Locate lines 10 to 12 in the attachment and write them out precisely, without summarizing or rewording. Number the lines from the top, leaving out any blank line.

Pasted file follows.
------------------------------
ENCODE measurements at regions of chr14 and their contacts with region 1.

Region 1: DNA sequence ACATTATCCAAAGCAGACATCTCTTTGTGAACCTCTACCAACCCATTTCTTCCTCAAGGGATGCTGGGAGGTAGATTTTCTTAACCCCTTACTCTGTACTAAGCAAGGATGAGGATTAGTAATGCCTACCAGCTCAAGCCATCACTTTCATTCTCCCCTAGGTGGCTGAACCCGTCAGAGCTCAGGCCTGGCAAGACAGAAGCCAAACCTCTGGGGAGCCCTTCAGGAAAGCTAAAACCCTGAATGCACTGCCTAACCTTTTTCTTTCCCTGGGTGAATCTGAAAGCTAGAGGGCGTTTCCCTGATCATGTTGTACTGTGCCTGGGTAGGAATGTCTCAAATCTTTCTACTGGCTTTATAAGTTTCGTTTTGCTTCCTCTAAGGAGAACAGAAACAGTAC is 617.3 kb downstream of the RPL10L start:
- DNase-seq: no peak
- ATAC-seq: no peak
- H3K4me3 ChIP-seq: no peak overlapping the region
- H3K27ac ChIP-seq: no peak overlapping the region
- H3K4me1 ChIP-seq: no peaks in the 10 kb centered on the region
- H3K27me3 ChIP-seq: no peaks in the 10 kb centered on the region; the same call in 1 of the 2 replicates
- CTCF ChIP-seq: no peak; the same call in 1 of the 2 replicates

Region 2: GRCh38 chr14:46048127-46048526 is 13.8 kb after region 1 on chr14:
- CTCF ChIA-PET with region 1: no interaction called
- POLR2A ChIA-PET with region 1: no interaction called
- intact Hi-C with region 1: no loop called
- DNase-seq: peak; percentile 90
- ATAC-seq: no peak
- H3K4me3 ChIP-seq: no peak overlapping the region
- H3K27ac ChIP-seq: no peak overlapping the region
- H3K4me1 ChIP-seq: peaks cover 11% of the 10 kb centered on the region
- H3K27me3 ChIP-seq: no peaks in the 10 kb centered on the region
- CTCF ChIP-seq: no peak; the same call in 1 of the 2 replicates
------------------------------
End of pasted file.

Region 2: GRCh38 chr14:46048127-46048526 is 13.8 kb after region 1 on chr14:
- CTCF ChIA-PET with region 1: no interaction called
- POLR2A ChIA-PET with region 1: no interaction called